It’s no wonder that people might not feel welcome to let their minds or imaginations go into a creative space while experiencing music or art. Instead, people are instructed how to properly enjoy something. While that can be interesting and helpful to enjoy a performance, it’s time that artistic organizations encourage emotional and creative freedom as well.

A good way to do this is to have post-concert chats. Many playhouses and theaters have “Talk Backs” after a play to discuss the issues or story in the play. It really is quite a powerful, yet simple, concept. Listen to the audience members’ impressions and let them talk about their experience. It doesn’t have to be long, and even post-concert wine could be served. I would recommend a moderator of sorts though, to help keep the conversation geared toward people’s discovery during a concert, not people’s human nature of trying to show off how much they already know.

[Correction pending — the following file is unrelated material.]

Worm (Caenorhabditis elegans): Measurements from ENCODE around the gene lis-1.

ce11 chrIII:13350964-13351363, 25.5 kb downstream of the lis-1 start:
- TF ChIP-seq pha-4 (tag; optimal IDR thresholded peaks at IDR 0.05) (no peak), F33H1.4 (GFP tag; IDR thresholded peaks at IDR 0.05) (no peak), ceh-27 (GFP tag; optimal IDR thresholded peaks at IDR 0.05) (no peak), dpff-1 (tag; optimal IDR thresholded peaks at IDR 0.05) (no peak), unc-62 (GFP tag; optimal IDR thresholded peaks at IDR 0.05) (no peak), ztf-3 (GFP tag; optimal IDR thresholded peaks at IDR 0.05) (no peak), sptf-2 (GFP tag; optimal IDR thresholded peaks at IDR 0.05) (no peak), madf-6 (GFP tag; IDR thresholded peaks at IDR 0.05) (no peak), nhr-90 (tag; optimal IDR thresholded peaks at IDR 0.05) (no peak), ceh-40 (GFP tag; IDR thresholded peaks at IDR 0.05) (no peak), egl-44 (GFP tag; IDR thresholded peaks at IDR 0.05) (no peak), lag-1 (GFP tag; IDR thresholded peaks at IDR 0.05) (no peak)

One excellent thing that’s happening at the Wichita Symphony is the Sound Post page. Like a book club, a monthly offering of music is put into cyber space for an open online discussion.

So far there have been several private messages from people sharing thoughts about the offerings, usually with a note saying, “I wasn’t sure if this was a good response to the piece you offered, but…”

We’ll keep encouraging people to share their opinions and thoughts; it really is rewarding. I do think it is something the arts everywhere need to actively try….and one thing the Wichita Symphony is trail blazing.